I am flying over terrain, rivers and roads, and come down in Islamabad. I am outside a hospital and can see huge black crows in the dry grass of the hospital grounds. The hospital has smooth cement walls outside and inside. I am then in a hospital room, which is dark and cool. It has a metal framed bed but nothing else, no decor or equipment. I am watching a woman in the room. She has a long shawl covering her faceless body, like a ghoul. She goes into the bathroom. Just another smaller room, and without a window to see the crows lurking. It has very little light. There is an old squat toilet, a stool for bathing, and a bucket for a bath. Somehow, I know it is my mother’s aunt. She doesn’t make it back to the hospital bed, she dies in the bathroom. I know the water she poured on her body was killing her. I don’t see any fear or pain. Just an ending.
I am in my grandmother’s white bedroom. There is a small, fluffy, brown-furred dog, two months old, with long ears. His mother is there, and his five or six siblings, which are growing, but the small dog is the size of my hand and doesn’t grow. I choose this dog because it looks weak. I feel mutual emotional attachment between me and the dog. I am worried about his health and so I put it into a small black cosmetics bag and carry him with me all the time. I am then with other people in a large white, empty, bright gaming room, where we are fighting colourful cartoon-style zombies, which are clown-like and not scary. One of the zombies is purple, there are two zombies but I am expecting more to come out. The weapons in the room look like children’s toys, and sticks. With a toy gun one person shoots a powder at a zombie, which dissolves. I don’t take any weapons, I just want to make sure that the dog is OK. I open the bag and feel that the dog’s body is cold. I think he has died and I am sad. But after a few seconds his body becomes warm and he starts to move and I am relieved.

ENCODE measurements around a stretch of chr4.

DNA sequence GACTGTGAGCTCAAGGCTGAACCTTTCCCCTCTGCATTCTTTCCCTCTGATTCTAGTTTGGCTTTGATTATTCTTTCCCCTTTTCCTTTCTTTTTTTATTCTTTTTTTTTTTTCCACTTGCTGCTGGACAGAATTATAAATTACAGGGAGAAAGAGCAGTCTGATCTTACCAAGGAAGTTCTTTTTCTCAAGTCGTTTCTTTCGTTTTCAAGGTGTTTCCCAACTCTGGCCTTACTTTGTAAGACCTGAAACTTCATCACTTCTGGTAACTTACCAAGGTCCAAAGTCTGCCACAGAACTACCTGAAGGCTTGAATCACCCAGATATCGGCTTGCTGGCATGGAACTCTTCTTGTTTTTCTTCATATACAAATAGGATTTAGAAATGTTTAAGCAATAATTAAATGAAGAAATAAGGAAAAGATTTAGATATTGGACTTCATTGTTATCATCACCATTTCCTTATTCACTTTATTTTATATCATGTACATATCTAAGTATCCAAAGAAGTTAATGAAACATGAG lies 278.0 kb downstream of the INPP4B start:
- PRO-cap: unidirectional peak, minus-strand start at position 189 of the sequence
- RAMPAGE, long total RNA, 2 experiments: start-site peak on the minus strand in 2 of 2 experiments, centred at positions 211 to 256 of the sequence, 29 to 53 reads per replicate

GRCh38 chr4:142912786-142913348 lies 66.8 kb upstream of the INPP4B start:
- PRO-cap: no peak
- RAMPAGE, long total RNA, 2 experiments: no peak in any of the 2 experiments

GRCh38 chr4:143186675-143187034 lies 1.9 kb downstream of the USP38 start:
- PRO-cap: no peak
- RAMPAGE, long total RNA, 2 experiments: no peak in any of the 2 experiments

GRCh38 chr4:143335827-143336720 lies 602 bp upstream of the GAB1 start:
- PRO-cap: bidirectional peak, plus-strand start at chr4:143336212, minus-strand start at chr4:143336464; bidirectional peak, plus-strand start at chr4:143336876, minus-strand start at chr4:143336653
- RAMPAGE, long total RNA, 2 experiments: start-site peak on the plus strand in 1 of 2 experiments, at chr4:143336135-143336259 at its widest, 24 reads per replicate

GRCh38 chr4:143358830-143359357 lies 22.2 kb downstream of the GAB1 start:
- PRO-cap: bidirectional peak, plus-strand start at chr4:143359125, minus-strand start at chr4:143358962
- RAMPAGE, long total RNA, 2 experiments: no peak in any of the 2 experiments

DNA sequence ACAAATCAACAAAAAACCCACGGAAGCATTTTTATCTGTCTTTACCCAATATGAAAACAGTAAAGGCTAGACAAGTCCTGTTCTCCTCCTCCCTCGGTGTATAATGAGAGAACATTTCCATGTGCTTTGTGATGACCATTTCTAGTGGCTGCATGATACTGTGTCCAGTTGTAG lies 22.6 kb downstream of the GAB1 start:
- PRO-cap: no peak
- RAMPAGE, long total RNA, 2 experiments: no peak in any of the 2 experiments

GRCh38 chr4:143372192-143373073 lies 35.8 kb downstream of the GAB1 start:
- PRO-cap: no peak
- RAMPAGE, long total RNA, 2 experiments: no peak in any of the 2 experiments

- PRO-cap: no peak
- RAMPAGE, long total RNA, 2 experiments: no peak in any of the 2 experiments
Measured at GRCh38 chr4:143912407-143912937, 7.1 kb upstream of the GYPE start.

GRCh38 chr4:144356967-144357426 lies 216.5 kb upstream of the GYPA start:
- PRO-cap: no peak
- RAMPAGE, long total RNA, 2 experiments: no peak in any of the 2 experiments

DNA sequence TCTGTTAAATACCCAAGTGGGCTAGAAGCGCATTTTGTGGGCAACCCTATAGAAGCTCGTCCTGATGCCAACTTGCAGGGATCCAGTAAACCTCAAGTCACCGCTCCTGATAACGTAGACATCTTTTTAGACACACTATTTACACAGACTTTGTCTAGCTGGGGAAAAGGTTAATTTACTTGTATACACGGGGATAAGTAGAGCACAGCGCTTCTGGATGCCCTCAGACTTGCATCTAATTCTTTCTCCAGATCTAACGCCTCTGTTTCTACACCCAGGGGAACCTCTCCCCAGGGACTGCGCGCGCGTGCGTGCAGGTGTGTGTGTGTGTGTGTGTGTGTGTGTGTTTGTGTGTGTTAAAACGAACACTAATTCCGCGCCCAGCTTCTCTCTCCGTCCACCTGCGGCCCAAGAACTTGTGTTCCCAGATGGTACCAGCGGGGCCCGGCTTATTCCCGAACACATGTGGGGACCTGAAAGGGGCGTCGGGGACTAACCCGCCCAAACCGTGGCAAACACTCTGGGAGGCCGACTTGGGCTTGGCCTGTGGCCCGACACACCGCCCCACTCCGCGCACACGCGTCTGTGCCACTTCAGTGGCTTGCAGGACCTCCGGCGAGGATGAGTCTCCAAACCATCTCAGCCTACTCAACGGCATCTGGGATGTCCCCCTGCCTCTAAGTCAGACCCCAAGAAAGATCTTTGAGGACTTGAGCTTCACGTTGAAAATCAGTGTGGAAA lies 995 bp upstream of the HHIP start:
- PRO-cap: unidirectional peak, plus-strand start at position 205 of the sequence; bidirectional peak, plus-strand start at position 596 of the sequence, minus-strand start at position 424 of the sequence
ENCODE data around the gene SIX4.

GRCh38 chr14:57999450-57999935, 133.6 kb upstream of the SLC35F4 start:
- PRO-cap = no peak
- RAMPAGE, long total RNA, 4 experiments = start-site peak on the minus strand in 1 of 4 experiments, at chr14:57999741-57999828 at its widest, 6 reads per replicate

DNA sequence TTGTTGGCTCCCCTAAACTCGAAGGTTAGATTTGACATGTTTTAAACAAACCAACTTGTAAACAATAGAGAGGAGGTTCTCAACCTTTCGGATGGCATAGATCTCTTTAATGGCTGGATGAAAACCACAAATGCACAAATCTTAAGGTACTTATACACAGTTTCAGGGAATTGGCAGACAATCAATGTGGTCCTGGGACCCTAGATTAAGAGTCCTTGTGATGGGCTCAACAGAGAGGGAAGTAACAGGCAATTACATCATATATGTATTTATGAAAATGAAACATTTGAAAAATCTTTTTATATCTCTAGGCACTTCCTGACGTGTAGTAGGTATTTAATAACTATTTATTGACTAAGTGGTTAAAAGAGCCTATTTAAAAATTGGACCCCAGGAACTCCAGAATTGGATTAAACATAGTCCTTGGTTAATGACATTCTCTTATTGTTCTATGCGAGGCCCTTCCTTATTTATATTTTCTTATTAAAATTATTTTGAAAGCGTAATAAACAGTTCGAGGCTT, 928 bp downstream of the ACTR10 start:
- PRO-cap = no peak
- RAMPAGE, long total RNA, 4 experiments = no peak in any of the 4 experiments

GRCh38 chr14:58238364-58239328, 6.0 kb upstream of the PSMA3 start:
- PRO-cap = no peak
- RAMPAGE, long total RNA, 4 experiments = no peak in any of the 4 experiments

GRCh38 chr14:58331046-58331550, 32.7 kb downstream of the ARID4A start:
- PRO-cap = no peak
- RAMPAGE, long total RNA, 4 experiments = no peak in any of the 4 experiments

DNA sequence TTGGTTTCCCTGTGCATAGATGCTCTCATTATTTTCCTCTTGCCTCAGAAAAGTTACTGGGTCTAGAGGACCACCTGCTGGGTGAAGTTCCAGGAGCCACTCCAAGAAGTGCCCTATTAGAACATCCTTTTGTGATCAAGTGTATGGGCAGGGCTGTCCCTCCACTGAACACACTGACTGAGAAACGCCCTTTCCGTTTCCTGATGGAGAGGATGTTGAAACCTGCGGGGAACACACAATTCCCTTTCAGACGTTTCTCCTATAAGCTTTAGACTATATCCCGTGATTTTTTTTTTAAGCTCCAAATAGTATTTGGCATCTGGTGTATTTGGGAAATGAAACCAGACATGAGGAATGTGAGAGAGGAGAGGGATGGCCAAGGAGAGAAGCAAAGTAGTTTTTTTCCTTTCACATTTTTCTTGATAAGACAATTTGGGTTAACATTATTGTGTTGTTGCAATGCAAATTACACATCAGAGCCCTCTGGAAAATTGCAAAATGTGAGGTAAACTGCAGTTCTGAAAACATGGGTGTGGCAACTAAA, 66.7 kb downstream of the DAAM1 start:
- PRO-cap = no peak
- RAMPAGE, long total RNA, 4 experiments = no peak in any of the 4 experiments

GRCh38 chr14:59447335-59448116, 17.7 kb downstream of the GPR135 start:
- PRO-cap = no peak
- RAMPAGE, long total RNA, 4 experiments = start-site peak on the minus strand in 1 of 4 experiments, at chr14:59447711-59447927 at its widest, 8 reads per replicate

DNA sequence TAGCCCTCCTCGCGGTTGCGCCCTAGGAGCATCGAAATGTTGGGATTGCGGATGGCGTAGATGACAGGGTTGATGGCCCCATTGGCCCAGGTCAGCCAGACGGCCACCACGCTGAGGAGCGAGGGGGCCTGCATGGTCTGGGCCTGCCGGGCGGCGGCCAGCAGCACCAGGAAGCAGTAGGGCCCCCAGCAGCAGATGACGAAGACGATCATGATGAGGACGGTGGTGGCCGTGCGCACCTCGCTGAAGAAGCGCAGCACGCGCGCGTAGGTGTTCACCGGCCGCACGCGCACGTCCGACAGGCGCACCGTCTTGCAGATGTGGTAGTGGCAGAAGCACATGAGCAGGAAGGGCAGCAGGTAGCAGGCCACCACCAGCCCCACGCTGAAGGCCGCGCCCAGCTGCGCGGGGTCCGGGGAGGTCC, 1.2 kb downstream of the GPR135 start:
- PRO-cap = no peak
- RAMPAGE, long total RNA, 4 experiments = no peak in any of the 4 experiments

Sleep and Memory conference, Paris Institute for Advanced Study, 6-7th June 2019. Dream of organising two operations for my brother
I am in a hospital in a city in Switzerland. I have arranged for my brother to have two operations, at separate hospitals. He has travelled to the city so as to have both operations in one day. The first is on his mouth and throat. I am then waiting at the second hospital. I am in a room with the doctors. My brother phones me and says that he cannot make the second operation. I realise that a person can’t be intubated twice in one day. I am annoyed with myself for organising so much for him to do.
Dr Julia Lockheart